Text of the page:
During this impeachment inquiry into Trump’s illegal dealings with foreign governments, many things have come to light, resulting in the now formal impeachment proceedings set to begin after a House vote on Thursday. One of the things we’ve seen in the news of late was the use of the term “quid pro quo,” which is essentially a fancy Latin phrase “used in English to mean an exchange of goods or services, in which one transfer is contingent upon the other; ‘a favor for a favor.'” Basically a “you scratch my back, I’ll scratch yours” statement. The House now has evidence based on testimony from Trump ally, Gordon Sondland, that Trump did indeed have a “quid pro quo” with Ukraine.
This testimony sent Republicans scrambling, and as the Washington Post reported late Friday, some members of the GOP are even banding together to come up with a “yes, he had a quid pro quo with Ukraine, but it’s not illegal” defense, which is just moronic.
According to reports:
‘An increasing number of GOP senators are preparing to acknowledge that there was a quid pro quo in President Trump’s leveraging of military aid with Ukraine as a means to urge the country to investigate former Vice President Joe Biden.
While some Senate Republicans have defended Trump’s insistence that there was no quid pro quo, a growing number of GOP officials in the chamber are adopting the stance that what Trump did was a quid pro quo but that his actions weren’t illegal and don’t constitute impeachment, the Post reported.
‘No Senate Republican has said the accusations against Trump rise to the level of an impeachable offense, but the continued damaging revelations against the president are quashing hopes that there could be a quick dismissal of the allegations against him, prompting lawmakers to adopt a more somber tone.’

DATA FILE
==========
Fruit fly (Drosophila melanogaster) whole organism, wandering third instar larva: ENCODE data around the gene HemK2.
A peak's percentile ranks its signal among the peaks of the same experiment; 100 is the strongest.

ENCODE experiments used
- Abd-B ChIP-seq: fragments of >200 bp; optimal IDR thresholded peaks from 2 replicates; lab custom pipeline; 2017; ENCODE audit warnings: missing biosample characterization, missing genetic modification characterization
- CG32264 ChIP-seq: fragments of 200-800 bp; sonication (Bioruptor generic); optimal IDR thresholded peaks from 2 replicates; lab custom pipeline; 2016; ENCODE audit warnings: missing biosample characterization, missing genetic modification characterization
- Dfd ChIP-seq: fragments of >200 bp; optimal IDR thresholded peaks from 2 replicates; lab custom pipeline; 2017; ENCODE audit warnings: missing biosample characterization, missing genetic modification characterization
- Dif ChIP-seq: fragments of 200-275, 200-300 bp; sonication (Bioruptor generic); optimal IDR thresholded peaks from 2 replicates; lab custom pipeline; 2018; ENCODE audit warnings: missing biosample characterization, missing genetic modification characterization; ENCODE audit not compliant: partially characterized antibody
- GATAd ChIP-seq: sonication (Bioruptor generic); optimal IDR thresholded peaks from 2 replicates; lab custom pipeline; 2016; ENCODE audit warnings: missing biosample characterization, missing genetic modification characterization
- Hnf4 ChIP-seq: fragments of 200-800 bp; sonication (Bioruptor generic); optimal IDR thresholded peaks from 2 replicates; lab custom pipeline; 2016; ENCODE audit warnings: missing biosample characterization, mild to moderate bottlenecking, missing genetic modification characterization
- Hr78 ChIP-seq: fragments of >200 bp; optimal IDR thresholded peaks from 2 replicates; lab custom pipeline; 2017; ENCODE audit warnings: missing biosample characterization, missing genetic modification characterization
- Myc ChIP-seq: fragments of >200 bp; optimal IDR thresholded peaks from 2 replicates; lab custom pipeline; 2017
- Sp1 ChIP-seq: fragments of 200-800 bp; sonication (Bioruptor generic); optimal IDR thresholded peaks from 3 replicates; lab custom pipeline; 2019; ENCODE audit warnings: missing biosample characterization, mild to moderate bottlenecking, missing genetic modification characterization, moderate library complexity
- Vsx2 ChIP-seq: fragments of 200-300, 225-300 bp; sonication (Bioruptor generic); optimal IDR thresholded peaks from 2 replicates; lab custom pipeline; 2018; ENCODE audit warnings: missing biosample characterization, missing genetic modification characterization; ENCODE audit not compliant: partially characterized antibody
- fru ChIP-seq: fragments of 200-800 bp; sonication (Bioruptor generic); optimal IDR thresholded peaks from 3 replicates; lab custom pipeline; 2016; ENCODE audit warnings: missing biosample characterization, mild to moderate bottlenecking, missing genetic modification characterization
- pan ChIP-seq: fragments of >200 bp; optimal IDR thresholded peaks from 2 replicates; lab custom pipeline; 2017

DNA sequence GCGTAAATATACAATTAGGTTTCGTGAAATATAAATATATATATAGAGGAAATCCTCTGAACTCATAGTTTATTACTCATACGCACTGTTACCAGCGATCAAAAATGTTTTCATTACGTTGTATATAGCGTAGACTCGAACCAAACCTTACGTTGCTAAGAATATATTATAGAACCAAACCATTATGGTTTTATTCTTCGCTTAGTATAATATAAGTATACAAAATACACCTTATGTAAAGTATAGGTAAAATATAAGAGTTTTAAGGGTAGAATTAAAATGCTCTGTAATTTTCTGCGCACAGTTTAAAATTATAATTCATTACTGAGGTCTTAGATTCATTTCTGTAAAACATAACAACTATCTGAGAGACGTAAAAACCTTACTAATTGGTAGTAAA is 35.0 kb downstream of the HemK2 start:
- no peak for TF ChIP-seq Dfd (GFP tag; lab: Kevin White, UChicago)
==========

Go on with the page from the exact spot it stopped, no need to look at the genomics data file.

The Post also pointed out that this change in tone came after a secret GOP lunch on Friday, when Senator John Kennedy (R-LA), reportedly stated:
‘there may have been quid pro quo but that the leveraging of military aid to another country is something the U.S. government does often.’
Kennedy later told the paper:
‘To me, this entire issue is going to come down to, why did the president ask for an investigation.
‘To me, it all turns on intent, motive. … Did the president have a culpable state of mind? … Based on the evidence that I see, that I’ve been allowed to see, the president does not have a culpable state of mind.’
We’ll see what comes from this, if anything, but one thing’s for certain — it’s impossible to explain this away now that it’s out in the open. They are wasting their time trying to do it. Why these Republicans keep fighting for and supporting a monster like Trump is beyond me.
Featured image via screenshot.